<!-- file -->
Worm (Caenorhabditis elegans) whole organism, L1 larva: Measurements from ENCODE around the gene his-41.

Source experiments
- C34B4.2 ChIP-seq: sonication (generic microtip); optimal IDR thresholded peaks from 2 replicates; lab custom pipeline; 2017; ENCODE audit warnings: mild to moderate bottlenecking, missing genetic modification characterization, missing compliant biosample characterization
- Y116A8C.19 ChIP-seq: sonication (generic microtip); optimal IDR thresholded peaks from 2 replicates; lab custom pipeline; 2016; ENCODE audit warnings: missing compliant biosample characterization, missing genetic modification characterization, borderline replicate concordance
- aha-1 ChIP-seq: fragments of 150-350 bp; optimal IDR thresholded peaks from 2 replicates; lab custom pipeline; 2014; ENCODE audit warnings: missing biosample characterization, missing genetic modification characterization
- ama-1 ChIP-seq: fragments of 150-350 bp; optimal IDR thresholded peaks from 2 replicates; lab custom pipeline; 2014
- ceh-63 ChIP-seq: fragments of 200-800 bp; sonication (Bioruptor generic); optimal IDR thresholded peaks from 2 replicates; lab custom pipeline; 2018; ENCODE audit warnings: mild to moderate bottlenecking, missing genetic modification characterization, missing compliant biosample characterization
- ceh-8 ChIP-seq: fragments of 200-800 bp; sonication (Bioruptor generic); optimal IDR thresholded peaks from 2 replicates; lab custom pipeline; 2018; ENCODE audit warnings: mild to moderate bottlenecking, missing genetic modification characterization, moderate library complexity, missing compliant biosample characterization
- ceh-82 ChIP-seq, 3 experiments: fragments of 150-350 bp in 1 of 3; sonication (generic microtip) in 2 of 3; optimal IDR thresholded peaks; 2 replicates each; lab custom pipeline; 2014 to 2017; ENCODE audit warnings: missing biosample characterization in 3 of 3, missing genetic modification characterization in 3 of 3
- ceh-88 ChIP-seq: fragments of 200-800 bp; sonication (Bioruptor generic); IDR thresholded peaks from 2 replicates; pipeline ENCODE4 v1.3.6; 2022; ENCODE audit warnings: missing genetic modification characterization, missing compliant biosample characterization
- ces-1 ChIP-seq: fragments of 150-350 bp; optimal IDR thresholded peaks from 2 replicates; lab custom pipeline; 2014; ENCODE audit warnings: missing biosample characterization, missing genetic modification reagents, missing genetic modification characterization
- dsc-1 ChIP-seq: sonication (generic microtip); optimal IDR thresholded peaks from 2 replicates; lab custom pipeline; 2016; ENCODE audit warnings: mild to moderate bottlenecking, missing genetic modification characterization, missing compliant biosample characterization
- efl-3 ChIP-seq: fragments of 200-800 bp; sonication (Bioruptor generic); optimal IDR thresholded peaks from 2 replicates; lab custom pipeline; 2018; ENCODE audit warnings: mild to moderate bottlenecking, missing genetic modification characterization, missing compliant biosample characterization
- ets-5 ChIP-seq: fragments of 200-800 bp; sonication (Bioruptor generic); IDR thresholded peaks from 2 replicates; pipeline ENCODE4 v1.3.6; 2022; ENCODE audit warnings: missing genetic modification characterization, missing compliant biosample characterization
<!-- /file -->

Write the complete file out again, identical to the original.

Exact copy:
Worm (Caenorhabditis elegans) whole organism, L1 larva: Measurements from ENCODE around the gene his-41.

Source experiments
- C34B4.2 ChIP-seq: sonication (generic microtip); optimal IDR thresholded peaks from 2 replicates; lab custom pipeline; 2017; ENCODE audit warnings: mild to moderate bottlenecking, missing genetic modification characterization, missing compliant biosample characterization
- Y116A8C.19 ChIP-seq: sonication (generic microtip); optimal IDR thresholded peaks from 2 replicates; lab custom pipeline; 2016; ENCODE audit warnings: missing compliant biosample characterization, missing genetic modification characterization, borderline replicate concordance
- aha-1 ChIP-seq: fragments of 150-350 bp; optimal IDR thresholded peaks from 2 replicates; lab custom pipeline; 2014; ENCODE audit warnings: missing biosample characterization, missing genetic modification characterization
- ama-1 ChIP-seq: fragments of 150-350 bp; optimal IDR thresholded peaks from 2 replicates; lab custom pipeline; 2014
- ceh-63 ChIP-seq: fragments of 200-800 bp; sonication (Bioruptor generic); optimal IDR thresholded peaks from 2 replicates; lab custom pipeline; 2018; ENCODE audit warnings: mild to moderate bottlenecking, missing genetic modification characterization, missing compliant biosample characterization
- ceh-8 ChIP-seq: fragments of 200-800 bp; sonication (Bioruptor generic); optimal IDR thresholded peaks from 2 replicates; lab custom pipeline; 2018; ENCODE audit warnings: mild to moderate bottlenecking, missing genetic modification characterization, moderate library complexity, missing compliant biosample characterization
- ceh-82 ChIP-seq, 3 experiments: fragments of 150-350 bp in 1 of 3; sonication (generic microtip) in 2 of 3; optimal IDR thresholded peaks; 2 replicates each; lab custom pipeline; 2014 to 2017; ENCODE audit warnings: missing biosample characterization in 3 of 3, missing genetic modification characterization in 3 of 3
- ceh-88 ChIP-seq: fragments of 200-800 bp; sonication (Bioruptor generic); IDR thresholded peaks from 2 replicates; pipeline ENCODE4 v1.3.6; 2022; ENCODE audit warnings: missing genetic modification characterization, missing compliant biosample characterization
- ces-1 ChIP-seq: fragments of 150-350 bp; optimal IDR thresholded peaks from 2 replicates; lab custom pipeline; 2014; ENCODE audit warnings: missing biosample characterization, missing genetic modification reagents, missing genetic modification characterization
- dsc-1 ChIP-seq: sonication (generic microtip); optimal IDR thresholded peaks from 2 replicates; lab custom pipeline; 2016; ENCODE audit warnings: mild to moderate bottlenecking, missing genetic modification characterization, missing compliant biosample characterization
- efl-3 ChIP-seq: fragments of 200-800 bp; sonication (Bioruptor generic); optimal IDR thresholded peaks from 2 replicates; lab custom pipeline; 2018; ENCODE audit warnings: mild to moderate bottlenecking, missing genetic modification characterization, missing compliant biosample characterization
- ets-5 ChIP-seq: fragments of 200-800 bp; sonication (Bioruptor generic); IDR thresholded peaks from 2 replicates; pipeline ENCODE4 v1.3.6; 2022; ENCODE audit warnings: missing genetic modification characterization, missing compliant biosample characterization